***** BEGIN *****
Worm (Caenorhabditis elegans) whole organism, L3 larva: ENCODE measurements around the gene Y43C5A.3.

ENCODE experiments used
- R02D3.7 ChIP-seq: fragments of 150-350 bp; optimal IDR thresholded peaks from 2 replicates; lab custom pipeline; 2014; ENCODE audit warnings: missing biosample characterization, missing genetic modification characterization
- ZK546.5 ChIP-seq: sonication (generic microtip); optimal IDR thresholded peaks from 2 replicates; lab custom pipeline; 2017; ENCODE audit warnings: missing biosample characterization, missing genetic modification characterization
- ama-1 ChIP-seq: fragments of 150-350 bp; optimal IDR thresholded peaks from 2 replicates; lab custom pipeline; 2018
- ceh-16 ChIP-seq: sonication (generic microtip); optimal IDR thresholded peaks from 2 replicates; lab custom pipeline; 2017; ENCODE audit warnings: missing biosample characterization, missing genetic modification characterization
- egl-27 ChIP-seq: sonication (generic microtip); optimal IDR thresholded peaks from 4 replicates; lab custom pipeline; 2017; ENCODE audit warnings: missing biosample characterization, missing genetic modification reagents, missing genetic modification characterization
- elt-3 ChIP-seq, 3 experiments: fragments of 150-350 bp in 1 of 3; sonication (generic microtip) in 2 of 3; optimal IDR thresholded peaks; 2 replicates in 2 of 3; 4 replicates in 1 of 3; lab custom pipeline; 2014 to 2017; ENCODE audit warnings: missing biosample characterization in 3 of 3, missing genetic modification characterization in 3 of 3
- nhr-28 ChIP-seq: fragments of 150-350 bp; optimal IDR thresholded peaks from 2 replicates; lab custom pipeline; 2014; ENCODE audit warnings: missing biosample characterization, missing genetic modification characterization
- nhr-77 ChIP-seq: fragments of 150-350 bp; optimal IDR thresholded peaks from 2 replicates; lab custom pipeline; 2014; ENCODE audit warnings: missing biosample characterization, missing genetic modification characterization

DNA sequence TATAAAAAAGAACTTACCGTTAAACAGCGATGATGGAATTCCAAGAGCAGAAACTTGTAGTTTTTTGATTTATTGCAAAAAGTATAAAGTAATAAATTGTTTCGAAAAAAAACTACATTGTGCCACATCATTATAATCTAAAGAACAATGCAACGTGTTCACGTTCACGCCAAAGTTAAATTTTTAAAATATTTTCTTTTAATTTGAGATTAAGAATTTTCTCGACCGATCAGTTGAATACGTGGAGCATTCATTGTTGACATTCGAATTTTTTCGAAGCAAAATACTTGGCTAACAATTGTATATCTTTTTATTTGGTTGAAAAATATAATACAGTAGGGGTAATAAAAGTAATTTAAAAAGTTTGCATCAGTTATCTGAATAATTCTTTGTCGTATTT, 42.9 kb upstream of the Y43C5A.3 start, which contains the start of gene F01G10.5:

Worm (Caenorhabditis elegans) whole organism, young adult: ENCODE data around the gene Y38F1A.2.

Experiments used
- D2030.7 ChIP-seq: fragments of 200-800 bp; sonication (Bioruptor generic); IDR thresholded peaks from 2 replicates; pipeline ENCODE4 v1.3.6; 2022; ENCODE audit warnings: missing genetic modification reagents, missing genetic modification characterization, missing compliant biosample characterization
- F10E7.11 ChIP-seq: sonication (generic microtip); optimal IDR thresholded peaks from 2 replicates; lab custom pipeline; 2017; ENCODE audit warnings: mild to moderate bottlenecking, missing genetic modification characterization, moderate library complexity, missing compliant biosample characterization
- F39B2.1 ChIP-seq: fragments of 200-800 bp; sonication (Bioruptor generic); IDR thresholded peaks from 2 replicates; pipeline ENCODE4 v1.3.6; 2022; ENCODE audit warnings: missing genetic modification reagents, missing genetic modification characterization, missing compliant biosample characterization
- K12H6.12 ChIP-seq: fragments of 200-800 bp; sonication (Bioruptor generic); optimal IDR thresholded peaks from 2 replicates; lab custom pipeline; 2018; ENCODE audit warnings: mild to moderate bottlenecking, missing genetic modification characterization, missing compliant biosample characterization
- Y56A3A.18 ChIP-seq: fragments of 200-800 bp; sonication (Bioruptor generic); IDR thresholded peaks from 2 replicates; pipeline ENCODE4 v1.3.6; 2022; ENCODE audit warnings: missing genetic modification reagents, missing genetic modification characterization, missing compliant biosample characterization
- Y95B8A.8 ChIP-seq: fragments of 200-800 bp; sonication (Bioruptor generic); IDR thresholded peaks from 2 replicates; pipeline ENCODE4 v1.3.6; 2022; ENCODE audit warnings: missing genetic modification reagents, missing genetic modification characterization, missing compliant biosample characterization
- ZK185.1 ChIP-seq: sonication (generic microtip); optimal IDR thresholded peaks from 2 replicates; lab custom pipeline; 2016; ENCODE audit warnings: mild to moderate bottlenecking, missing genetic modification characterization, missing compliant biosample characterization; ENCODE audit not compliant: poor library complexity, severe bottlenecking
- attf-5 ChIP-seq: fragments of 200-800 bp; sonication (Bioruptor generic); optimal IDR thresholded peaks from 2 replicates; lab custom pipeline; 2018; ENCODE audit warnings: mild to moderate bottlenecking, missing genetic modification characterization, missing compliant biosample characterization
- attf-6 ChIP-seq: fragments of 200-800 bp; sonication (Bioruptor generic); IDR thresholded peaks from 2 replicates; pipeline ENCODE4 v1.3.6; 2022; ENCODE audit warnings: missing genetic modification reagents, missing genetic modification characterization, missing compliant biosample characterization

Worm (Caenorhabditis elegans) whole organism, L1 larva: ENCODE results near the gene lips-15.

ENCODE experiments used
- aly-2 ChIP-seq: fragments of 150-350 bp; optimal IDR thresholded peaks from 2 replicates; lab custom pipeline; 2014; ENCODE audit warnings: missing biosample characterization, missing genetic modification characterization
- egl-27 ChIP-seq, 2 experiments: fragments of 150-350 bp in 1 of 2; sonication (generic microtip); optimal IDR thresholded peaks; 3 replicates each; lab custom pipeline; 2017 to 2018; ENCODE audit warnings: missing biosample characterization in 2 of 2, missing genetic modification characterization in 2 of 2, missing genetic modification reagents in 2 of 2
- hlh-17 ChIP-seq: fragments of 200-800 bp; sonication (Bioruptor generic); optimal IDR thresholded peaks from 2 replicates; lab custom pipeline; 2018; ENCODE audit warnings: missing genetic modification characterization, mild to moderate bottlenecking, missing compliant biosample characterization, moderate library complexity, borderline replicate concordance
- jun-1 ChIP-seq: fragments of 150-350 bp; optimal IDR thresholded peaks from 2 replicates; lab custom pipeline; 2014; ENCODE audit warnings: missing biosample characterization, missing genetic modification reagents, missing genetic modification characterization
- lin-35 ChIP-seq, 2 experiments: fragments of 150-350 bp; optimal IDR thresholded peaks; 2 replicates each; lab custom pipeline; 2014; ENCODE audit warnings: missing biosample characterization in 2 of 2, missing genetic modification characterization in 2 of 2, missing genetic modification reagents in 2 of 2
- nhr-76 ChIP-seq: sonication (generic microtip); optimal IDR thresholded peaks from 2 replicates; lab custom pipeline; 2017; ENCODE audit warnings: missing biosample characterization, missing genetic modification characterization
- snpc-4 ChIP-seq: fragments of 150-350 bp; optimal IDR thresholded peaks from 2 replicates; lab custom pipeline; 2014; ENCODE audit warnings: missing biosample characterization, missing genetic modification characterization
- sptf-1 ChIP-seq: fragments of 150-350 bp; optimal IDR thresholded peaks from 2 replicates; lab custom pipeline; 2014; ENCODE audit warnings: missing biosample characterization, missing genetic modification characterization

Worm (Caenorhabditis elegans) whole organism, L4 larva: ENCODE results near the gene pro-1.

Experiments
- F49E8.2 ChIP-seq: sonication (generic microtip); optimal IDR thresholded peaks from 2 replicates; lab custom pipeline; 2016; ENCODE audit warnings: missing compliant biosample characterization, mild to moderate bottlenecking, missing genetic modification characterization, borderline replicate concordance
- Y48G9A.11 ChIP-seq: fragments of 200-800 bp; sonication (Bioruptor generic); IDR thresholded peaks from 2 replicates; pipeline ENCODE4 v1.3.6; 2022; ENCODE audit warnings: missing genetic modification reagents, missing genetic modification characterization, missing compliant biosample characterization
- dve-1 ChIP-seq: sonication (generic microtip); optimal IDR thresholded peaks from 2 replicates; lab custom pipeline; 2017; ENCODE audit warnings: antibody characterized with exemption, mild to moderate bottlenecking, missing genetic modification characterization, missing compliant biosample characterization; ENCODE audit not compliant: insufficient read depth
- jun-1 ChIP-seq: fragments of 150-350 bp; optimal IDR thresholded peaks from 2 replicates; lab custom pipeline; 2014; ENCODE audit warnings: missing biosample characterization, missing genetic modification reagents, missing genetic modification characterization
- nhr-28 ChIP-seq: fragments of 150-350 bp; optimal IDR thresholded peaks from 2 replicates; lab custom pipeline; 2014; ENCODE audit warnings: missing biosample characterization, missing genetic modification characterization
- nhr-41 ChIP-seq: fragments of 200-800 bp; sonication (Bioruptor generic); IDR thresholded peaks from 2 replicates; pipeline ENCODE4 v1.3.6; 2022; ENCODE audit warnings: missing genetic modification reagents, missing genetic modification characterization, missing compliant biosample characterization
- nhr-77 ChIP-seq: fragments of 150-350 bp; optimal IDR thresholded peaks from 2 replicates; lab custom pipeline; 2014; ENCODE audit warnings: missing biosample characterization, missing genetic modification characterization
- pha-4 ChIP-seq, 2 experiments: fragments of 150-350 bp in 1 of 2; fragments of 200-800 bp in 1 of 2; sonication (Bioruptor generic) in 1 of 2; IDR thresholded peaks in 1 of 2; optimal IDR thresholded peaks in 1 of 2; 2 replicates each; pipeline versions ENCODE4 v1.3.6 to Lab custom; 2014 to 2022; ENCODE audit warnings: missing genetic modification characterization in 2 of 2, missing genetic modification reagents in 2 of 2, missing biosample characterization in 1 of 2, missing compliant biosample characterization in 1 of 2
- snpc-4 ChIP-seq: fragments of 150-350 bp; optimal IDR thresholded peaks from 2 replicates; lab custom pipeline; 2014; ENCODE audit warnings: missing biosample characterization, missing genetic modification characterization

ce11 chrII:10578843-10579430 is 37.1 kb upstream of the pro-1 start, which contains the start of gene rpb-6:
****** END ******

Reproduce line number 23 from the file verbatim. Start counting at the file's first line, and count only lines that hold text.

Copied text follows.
Worm (Caenorhabditis elegans) whole organism, L1 larva: ENCODE results near the gene lips-15.